This post is part of the On the Margin blog.
A few McDonald’s Corp. investors seem to be betting on the chain’s comeback without actually betting on the chain.
Since the beginning of August, a period in which the stock market has been volatile and the S&P 500 Index is down nearly 8 percent, McDonald’s stock is down a 2.4 percent.
That’s hardly a ringing endorsement, to be sure. But then consider this: All of the chain’s primary, QSR competitors are down much more than that.
Restaurant Brands International stock is down 13 percent. Wendy’s is down 12 percent. Jack in the Box is down 17.7 percent. Sonic is down 16 percent. Yum Brands is down 10 percent.
To be sure, it’s entirely possible this is all coincidence. It’s also worth noting that the stock is trading well below its 52-week high of nearly $102 a share, a high reached since Aug. 1.
Still, at least some analysts believe the stock movement is a sign that Wall Street is betting on a McDonald’s sales turnaround not by buying up the stock, but by betting against those competitors.
McDonald’s sales weakness over the past three years has been a boon to other QSR chains, all of which have greatly outperformed the Golden Arches. In the second quarter, for instance, the chain’s same-store sales were 730 basis points lower than the average sales performance of those primary competitors.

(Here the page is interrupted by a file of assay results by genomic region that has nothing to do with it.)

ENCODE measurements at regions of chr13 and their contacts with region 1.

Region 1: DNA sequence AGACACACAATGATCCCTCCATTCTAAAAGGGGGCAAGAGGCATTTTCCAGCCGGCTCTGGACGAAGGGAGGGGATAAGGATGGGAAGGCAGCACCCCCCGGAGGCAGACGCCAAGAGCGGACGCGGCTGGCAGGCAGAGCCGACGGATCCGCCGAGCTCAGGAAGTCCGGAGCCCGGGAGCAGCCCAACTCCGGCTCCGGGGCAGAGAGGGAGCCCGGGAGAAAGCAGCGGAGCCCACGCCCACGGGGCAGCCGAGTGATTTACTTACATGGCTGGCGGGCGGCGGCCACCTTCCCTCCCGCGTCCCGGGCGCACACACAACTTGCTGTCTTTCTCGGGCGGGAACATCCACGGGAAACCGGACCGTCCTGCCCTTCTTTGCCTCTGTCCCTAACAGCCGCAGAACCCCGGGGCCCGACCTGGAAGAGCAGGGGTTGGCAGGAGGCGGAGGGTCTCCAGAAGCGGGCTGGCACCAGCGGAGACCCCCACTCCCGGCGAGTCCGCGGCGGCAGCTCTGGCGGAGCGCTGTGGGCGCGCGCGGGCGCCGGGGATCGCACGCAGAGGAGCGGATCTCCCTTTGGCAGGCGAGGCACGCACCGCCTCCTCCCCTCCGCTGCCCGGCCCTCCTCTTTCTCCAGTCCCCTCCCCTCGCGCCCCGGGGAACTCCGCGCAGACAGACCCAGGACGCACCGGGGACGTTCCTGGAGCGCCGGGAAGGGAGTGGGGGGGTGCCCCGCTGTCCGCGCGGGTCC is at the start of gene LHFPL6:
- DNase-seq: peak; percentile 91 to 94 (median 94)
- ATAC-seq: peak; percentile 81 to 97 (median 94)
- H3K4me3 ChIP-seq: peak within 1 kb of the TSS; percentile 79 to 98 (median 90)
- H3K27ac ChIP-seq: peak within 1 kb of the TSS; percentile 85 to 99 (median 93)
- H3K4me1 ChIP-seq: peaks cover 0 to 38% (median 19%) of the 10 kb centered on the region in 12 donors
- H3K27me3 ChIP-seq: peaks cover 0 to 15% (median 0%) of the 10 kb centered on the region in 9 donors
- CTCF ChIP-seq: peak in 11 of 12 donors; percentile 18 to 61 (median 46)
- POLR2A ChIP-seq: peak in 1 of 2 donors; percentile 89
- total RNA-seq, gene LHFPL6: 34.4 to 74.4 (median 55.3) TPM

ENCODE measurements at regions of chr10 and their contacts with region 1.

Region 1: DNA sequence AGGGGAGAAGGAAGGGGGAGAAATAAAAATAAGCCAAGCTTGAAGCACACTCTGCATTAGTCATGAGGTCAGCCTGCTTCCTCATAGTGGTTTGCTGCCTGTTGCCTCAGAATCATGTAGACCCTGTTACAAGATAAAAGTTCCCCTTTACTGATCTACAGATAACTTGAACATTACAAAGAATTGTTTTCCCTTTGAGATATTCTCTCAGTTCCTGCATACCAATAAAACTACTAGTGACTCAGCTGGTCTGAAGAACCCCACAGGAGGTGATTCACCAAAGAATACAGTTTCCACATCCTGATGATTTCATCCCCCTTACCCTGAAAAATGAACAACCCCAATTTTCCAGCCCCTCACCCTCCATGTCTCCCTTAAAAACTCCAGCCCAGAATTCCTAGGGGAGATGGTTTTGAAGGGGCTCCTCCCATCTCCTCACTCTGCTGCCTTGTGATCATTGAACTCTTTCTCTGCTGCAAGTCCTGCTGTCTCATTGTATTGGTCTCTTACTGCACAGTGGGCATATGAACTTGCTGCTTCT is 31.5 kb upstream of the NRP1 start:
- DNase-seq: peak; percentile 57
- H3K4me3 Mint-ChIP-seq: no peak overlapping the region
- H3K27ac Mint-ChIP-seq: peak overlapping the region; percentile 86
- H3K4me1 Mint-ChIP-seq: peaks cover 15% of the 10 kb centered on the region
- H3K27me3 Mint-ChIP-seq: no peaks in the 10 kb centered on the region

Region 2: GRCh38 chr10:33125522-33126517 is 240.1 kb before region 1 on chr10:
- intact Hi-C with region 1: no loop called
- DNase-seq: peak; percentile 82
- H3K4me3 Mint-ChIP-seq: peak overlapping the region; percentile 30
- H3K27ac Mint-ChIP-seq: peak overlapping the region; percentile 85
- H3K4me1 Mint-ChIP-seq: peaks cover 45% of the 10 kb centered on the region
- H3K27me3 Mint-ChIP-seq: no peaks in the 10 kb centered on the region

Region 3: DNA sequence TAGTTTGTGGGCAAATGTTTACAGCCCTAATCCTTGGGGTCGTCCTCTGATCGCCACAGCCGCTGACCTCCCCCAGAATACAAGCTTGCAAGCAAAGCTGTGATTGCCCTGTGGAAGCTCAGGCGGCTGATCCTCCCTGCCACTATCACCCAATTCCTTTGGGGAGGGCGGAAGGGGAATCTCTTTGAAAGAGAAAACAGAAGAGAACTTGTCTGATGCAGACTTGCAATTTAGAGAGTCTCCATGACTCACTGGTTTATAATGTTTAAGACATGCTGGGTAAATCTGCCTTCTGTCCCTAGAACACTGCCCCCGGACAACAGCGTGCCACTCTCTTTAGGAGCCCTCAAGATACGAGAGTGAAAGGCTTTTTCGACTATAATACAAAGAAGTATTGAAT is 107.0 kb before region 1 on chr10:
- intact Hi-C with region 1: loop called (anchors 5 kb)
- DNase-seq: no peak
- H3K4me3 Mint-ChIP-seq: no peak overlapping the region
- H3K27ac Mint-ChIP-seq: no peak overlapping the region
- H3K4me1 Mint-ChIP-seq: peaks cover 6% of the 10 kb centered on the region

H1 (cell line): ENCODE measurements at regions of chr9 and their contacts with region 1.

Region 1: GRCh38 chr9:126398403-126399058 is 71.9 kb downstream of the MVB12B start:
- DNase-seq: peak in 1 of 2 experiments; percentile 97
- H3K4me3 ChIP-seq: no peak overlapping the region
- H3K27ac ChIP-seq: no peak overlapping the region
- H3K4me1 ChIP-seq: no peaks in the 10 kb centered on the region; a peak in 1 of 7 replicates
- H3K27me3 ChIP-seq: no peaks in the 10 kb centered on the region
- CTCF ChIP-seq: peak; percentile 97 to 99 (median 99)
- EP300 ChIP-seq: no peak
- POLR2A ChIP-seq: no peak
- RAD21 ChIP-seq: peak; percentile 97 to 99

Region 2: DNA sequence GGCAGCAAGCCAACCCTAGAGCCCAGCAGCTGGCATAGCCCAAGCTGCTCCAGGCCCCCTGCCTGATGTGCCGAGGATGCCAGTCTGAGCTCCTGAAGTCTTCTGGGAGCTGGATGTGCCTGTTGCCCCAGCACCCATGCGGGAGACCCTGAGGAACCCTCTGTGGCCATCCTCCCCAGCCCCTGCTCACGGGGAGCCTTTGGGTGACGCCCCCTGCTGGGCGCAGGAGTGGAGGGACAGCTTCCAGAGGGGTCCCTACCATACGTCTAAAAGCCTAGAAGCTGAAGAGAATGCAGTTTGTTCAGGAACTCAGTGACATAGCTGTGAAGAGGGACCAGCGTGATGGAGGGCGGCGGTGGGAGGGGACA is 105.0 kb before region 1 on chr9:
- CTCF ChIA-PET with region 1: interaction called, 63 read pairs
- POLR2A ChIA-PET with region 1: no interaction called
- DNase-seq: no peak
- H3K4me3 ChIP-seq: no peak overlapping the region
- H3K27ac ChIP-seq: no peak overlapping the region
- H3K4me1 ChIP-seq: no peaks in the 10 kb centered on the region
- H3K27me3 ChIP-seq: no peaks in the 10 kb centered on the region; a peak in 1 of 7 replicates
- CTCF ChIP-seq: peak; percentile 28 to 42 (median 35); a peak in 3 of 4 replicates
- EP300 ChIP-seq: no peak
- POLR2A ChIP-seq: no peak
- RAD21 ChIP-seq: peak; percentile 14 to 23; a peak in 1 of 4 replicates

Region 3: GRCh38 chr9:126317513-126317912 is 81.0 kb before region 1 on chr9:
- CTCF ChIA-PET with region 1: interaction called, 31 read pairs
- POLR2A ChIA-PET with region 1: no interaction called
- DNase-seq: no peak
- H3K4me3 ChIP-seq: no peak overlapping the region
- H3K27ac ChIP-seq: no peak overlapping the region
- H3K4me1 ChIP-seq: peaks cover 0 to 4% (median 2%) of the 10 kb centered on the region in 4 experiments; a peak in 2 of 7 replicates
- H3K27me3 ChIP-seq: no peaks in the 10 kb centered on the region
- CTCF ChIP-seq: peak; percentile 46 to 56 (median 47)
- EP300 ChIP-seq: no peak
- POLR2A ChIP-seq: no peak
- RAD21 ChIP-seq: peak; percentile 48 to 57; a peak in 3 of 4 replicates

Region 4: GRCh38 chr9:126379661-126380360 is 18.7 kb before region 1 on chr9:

That gap is likely 900 basis points or even more if you factor out breakfast, where McDonald’s gets more than a quarter of its sales and which has been performing well despite the chain’s weakness.
In October, McDonald’s is planning to start serving breakfast items all day, a big bet by the company that giving customers something they’ve requested for years — Egg McMuffins at 3 p.m. — will provide the chain with the sales boost it needs.
If that plan succeeds, then the chain would theoretically start taking back some of the sales it lost to those other concepts in recent years. And thus, their sales would suffer. At least that’s where investors appear to be placing their bets.